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Summary Article: army
From Philip's Encyclopedia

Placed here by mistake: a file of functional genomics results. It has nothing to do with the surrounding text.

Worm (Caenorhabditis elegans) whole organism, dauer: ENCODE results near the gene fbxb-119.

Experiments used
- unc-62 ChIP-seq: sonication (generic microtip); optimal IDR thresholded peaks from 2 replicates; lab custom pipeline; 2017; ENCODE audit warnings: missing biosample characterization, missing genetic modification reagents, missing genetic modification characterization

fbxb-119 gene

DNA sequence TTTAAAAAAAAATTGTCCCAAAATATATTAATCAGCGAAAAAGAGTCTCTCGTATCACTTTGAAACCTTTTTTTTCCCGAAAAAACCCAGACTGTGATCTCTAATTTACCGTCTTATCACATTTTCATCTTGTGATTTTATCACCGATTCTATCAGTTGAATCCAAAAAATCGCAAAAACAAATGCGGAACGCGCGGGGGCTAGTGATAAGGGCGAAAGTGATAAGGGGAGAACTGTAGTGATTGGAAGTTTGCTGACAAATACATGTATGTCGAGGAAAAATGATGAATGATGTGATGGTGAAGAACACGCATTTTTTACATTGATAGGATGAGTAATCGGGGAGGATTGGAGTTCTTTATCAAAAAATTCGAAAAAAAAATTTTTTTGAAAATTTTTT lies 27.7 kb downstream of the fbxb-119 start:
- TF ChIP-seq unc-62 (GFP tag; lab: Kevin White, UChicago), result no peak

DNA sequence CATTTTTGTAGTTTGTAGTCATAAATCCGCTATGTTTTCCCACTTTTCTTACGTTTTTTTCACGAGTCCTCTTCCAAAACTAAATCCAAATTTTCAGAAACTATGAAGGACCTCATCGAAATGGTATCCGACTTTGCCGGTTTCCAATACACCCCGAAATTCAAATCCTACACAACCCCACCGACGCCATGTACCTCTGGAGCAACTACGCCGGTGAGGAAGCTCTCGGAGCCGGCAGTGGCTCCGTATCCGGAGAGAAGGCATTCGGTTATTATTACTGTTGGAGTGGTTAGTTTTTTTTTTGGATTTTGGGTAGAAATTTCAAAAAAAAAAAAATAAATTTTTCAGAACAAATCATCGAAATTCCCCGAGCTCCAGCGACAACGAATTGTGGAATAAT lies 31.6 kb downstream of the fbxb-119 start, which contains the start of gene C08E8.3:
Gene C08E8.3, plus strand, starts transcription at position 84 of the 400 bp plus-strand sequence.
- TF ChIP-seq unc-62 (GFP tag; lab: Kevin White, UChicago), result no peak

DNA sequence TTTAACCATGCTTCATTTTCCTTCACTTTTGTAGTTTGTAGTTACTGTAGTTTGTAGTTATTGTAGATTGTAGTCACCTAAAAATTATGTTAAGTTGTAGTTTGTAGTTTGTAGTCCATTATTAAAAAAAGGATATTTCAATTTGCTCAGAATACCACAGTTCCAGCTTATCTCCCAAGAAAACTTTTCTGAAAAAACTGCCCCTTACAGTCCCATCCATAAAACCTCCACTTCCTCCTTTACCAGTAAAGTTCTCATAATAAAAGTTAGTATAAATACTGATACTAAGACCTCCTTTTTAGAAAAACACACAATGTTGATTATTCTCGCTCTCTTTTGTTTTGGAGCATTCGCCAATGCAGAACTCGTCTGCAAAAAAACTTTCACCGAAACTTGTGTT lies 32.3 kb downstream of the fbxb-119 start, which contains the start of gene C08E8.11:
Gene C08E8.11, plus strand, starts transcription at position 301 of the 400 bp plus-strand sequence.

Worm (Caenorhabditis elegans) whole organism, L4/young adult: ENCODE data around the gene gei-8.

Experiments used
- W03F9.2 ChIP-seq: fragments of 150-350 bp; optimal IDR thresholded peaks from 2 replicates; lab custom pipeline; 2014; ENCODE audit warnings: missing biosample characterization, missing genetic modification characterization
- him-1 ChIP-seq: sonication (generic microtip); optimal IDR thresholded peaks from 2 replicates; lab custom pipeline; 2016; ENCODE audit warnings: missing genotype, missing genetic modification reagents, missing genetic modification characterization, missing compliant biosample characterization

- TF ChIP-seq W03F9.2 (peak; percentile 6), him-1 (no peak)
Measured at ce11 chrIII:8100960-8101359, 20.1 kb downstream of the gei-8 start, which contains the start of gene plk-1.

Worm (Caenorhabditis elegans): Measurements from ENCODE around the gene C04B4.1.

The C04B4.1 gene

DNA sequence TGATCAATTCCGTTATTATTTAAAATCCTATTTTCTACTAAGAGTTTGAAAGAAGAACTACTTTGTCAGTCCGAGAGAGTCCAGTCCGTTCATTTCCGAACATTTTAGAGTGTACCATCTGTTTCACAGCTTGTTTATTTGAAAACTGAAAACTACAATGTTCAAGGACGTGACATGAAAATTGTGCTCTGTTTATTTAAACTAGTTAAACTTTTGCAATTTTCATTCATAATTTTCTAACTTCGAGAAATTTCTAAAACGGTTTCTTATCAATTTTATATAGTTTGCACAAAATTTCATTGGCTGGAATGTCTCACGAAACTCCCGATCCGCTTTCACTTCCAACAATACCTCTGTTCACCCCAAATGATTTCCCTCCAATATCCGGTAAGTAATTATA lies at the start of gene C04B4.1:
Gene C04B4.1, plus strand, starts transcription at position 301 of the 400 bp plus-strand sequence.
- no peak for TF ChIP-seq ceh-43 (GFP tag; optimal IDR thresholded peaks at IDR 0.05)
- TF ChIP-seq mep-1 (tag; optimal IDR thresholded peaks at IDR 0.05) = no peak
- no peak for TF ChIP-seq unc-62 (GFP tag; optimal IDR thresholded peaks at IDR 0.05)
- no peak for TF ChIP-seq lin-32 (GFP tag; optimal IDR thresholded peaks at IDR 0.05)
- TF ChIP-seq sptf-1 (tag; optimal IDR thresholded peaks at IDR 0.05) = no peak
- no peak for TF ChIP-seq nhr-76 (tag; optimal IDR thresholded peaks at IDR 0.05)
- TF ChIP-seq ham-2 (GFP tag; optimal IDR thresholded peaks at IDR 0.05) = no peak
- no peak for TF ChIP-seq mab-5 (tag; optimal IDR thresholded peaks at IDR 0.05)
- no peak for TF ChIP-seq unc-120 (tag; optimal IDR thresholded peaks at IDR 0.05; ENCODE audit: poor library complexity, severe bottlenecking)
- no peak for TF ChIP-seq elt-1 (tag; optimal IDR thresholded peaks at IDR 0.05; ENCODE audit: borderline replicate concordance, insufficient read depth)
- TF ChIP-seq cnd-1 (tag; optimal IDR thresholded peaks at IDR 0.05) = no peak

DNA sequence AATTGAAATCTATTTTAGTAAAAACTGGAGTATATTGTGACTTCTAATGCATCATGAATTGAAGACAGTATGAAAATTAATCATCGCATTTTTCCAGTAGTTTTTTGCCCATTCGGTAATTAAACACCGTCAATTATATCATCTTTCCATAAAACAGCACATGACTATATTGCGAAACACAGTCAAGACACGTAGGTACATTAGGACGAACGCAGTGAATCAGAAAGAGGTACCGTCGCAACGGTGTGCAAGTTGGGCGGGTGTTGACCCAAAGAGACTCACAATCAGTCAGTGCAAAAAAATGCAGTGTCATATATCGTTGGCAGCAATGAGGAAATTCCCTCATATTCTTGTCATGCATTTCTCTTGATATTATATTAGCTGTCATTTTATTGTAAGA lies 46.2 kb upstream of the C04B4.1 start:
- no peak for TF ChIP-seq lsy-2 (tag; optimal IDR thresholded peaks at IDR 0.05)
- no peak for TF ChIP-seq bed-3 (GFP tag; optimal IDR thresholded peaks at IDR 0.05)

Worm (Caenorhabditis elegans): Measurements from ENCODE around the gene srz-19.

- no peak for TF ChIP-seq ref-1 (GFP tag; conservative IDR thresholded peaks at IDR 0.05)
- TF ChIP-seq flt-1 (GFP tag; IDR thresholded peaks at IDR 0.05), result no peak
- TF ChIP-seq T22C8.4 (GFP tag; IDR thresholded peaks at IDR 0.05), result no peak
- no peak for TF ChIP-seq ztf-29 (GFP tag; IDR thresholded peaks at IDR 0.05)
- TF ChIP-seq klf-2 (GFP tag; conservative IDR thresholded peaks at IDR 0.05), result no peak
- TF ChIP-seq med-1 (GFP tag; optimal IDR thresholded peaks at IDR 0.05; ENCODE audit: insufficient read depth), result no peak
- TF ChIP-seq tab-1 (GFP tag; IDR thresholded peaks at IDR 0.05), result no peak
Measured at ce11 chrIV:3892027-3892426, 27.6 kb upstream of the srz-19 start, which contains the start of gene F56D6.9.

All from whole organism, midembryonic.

Body of men organized to fight on land. Armies are probably as old as urban civilisation, and the first written evidence of an army comes from third millennium bc Sumer. Early armies were rarely composed of professional soldiers, instead being recruited primarily by short-term conscription, and warfare between ancient states was often formally structured by unspoken social conventions. From the Bronze Age onwards armies began to need different types of soldier, with different arms and training, to be effective. In the Iron Age this specialisation continued as technology advanced, and armies became increasingly professional. The campaigns of Alexander the Great and of the Roman Empire relied on full-time professional soldiers and broke with earlier social structures of war, but earlier conventions returned after each fell. At the start of the Middle Ages the feudal system provided effective but inflexible armies, but as Europe became richer these were supplemented and eventually replaced by hired professional mercenaries. By the Renaissance paid mercenaries predominated, but began to acquire a reputation for unreliability. The rise of gunpowder weapons, particularly the musket, allowed 17th century states to replace mercenary forces with permanent standing armies - the ancestors of all modern European forces. The imperialism of European powers overwhelmed other military cultures and spread European military technology and organisation to the entire world. The industrial revolution changed the nature of war, as mass production allowed ever larger armies to be equipped, and from the 19th century mass conscription was needed to supplement professional armies. Armies were slow to adjust to the impact of changed technology, leading to terrible casualties in the Crimean War, American Civil War and ultimately World War 1. The deadlock of industrial warfare was only broken at the end of that war by the invention of the tank and air power. World War 2 saw highly mechanized and mobile armies whose logistics of supply and support demanded an integration of the land, sea and air forces.

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